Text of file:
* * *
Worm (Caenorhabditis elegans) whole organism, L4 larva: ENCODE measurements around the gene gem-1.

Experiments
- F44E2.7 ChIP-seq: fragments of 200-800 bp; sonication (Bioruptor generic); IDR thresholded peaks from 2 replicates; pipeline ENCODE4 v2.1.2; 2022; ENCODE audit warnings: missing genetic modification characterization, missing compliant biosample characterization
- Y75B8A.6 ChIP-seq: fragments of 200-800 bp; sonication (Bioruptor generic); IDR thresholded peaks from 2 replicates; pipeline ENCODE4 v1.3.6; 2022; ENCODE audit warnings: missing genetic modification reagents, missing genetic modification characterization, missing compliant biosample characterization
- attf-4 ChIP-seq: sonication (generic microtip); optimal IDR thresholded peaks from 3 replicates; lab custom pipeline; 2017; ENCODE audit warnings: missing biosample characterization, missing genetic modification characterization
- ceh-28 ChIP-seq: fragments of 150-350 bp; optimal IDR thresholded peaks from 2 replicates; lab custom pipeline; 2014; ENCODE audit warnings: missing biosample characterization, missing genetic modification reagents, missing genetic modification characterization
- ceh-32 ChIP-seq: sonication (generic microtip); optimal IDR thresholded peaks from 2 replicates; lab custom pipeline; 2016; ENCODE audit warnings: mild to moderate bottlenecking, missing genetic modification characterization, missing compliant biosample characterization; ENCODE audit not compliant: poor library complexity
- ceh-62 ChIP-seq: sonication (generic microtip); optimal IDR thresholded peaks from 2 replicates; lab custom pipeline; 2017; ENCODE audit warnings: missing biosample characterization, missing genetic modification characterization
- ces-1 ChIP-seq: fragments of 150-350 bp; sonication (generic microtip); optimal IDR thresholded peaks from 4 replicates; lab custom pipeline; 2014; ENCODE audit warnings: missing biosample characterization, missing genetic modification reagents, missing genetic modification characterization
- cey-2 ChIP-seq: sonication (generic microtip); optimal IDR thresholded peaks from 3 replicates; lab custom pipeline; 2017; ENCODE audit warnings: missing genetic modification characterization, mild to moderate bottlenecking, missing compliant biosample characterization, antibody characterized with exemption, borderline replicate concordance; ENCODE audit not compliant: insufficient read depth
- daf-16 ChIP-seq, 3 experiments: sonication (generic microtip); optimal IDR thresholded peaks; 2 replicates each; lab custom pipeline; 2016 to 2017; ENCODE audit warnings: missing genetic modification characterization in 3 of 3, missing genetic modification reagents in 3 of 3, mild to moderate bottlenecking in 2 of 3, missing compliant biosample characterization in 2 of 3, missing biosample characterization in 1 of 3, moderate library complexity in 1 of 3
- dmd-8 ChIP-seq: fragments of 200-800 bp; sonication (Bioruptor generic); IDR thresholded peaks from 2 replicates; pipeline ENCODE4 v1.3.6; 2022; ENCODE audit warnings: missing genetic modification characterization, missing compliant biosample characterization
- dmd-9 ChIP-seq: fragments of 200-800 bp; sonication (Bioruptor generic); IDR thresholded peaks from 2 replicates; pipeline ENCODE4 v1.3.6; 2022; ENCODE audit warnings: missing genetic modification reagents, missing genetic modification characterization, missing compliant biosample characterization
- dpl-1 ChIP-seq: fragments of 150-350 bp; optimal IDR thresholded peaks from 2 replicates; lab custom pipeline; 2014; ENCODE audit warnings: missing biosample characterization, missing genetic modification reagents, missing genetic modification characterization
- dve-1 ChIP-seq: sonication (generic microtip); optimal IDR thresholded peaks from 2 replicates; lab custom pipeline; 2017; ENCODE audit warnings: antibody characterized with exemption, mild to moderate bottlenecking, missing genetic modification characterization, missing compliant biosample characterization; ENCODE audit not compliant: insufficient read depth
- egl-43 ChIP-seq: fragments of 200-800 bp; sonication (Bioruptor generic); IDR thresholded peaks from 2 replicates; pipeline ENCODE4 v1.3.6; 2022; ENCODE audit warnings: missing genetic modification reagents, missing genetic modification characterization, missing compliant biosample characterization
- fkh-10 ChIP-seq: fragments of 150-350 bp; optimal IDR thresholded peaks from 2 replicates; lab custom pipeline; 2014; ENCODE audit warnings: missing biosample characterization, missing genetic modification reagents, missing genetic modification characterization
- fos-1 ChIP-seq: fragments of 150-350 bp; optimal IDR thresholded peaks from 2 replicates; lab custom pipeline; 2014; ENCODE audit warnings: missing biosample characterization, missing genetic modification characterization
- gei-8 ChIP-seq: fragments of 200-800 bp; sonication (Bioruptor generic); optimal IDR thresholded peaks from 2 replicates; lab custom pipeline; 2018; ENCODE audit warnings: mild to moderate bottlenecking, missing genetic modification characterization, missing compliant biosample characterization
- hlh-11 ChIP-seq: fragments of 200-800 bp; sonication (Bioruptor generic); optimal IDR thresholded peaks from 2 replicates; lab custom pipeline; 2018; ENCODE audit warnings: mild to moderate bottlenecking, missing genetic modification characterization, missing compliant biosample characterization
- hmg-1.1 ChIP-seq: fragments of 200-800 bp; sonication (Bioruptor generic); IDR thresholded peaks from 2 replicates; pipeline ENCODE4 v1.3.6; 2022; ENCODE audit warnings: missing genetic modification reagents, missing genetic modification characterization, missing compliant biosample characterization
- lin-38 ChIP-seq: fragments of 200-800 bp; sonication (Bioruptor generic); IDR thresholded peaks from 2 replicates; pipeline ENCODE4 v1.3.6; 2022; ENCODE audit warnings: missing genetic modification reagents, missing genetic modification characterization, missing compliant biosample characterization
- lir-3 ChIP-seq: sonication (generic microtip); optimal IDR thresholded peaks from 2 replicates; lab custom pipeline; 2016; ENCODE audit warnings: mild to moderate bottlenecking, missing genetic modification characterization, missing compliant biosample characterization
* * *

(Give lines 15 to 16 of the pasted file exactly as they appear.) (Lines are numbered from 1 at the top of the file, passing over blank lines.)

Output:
- dve-1 ChIP-seq: sonication (generic microtip); optimal IDR thresholded peaks from 2 replicates; lab custom pipeline; 2017; ENCODE audit warnings: antibody characterized with exemption, mild to moderate bottlenecking, missing genetic modification characterization, missing compliant biosample characterization; ENCODE audit not compliant: insufficient read depth
- egl-43 ChIP-seq: fragments of 200-800 bp; sonication (Bioruptor generic); IDR thresholded peaks from 2 replicates; pipeline ENCODE4 v1.3.6; 2022; ENCODE audit warnings: missing genetic modification reagents, missing genetic modification characterization, missing compliant biosample characterization